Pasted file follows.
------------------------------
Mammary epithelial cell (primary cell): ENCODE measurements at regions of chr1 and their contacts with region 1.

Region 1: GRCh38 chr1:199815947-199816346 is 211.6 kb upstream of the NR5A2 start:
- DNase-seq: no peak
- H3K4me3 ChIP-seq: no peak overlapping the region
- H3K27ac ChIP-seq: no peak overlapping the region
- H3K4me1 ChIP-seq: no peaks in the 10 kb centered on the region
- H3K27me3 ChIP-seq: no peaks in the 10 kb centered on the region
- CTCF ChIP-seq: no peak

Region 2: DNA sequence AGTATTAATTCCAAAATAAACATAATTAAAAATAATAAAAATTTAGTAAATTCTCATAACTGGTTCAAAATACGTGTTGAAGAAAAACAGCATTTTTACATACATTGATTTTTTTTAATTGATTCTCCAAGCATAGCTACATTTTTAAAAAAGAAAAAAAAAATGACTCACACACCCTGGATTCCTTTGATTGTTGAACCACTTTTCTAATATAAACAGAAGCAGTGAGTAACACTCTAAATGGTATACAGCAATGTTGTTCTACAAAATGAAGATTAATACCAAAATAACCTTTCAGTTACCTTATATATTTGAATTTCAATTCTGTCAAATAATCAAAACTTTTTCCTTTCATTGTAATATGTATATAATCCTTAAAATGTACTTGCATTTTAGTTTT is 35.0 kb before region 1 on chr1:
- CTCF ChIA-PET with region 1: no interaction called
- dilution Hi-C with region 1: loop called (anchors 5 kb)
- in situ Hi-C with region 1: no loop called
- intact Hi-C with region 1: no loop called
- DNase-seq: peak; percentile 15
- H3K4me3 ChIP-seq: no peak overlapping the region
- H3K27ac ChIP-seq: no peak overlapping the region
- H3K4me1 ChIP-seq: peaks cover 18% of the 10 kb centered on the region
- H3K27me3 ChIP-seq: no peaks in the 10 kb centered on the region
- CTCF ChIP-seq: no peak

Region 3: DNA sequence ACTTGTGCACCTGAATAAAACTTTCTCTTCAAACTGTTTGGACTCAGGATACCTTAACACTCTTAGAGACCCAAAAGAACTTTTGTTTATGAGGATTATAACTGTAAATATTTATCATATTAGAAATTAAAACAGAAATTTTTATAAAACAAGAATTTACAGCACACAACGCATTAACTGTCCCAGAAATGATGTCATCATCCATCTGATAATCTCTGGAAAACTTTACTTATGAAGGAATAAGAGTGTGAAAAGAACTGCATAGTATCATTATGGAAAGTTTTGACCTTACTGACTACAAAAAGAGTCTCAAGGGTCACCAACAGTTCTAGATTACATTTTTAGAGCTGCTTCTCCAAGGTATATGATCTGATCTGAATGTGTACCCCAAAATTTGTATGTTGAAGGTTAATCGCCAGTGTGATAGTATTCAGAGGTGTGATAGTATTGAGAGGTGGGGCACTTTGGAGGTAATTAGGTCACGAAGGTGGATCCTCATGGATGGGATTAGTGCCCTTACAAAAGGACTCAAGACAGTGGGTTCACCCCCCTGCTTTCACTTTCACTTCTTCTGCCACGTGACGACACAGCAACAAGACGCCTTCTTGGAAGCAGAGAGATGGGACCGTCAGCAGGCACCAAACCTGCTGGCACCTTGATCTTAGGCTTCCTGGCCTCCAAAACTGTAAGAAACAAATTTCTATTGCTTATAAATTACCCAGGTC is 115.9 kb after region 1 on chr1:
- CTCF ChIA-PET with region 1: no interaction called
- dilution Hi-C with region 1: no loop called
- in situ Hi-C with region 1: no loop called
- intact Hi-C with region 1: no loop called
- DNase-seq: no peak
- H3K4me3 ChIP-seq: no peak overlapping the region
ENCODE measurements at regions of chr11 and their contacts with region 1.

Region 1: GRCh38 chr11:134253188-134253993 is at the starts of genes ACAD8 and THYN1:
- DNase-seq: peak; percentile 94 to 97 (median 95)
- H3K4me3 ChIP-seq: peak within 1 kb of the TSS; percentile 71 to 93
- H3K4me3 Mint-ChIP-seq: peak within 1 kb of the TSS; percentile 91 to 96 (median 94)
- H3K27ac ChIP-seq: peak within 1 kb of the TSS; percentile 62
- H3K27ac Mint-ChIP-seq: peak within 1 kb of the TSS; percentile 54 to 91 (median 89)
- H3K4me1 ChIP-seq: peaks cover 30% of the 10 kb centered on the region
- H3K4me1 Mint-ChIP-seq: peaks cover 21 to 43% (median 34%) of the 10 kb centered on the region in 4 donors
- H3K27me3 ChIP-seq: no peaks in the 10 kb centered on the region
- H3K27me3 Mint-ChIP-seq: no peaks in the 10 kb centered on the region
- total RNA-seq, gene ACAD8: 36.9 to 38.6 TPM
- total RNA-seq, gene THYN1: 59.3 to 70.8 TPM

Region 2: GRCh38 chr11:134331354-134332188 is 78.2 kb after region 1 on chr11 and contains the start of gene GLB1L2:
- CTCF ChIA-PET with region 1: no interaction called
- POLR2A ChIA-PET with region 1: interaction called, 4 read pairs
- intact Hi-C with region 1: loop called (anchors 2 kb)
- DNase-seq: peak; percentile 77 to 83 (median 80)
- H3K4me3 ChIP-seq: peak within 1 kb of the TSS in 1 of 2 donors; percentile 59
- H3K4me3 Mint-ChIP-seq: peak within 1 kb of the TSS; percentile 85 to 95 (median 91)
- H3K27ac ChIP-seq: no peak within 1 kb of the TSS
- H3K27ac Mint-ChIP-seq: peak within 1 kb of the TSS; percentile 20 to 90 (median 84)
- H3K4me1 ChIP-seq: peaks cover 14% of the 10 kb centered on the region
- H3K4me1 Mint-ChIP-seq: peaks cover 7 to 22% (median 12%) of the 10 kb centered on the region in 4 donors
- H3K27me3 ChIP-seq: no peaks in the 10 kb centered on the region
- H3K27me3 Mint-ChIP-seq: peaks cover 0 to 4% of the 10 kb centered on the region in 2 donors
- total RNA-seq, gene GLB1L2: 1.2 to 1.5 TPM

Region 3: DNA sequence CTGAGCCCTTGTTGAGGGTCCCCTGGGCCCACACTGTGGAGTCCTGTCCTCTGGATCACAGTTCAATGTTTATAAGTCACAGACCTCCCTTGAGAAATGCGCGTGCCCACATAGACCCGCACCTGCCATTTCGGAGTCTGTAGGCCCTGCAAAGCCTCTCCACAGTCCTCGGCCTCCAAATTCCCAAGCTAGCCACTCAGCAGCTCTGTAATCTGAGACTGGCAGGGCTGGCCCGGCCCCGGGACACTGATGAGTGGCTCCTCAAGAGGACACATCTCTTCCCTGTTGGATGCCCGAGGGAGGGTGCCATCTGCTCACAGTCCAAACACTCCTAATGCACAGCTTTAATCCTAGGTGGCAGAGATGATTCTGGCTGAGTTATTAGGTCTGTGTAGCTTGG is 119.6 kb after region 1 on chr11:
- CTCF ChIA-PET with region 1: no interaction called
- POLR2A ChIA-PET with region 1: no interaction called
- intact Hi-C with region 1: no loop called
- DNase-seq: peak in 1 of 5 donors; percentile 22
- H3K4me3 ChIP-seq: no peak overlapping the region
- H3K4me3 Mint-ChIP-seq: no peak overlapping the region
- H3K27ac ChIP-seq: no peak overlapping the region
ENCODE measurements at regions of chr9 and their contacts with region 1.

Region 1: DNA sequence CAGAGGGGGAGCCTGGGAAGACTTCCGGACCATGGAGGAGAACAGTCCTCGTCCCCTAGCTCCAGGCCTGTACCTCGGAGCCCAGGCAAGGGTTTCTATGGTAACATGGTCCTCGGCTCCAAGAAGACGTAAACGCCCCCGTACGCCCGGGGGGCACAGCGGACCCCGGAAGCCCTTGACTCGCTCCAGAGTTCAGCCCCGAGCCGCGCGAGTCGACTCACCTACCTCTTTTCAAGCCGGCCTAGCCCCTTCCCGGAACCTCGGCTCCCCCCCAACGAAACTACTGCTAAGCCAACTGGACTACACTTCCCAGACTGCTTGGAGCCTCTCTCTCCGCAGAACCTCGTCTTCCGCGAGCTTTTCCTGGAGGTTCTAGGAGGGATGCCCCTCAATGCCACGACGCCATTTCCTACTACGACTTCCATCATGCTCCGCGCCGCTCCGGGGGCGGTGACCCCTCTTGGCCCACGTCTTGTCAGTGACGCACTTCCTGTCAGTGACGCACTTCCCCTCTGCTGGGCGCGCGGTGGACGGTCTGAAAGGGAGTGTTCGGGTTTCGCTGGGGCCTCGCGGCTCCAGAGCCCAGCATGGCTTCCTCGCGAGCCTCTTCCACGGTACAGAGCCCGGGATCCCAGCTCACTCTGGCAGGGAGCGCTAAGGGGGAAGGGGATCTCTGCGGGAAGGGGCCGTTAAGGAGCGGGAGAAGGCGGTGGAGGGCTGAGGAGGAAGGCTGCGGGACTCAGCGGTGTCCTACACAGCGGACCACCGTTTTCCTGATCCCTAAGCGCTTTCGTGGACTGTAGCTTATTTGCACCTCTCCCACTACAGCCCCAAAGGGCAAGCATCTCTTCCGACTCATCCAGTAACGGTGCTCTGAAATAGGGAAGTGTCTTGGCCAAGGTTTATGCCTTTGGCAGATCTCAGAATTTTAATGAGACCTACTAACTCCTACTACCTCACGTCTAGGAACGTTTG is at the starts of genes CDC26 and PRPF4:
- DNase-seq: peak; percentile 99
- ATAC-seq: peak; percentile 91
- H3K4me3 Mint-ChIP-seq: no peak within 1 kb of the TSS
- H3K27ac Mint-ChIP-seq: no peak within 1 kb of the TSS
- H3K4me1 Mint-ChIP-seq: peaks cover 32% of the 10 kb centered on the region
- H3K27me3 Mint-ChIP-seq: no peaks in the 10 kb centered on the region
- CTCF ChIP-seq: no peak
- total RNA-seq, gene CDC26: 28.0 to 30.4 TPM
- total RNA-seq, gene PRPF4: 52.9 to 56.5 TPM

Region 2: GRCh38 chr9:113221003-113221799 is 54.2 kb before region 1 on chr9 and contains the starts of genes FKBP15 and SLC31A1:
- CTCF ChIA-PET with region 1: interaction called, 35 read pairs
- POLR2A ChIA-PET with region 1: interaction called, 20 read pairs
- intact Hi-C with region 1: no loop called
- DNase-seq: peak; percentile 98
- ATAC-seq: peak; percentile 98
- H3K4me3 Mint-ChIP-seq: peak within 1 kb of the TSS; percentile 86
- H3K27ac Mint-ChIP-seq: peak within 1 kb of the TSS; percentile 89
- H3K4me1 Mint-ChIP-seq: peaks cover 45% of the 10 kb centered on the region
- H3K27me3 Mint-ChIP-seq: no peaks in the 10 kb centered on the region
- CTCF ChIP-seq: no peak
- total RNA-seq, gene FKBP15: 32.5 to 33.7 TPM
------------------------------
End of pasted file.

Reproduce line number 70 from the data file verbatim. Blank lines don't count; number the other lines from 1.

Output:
- CTCF ChIP-seq: no peak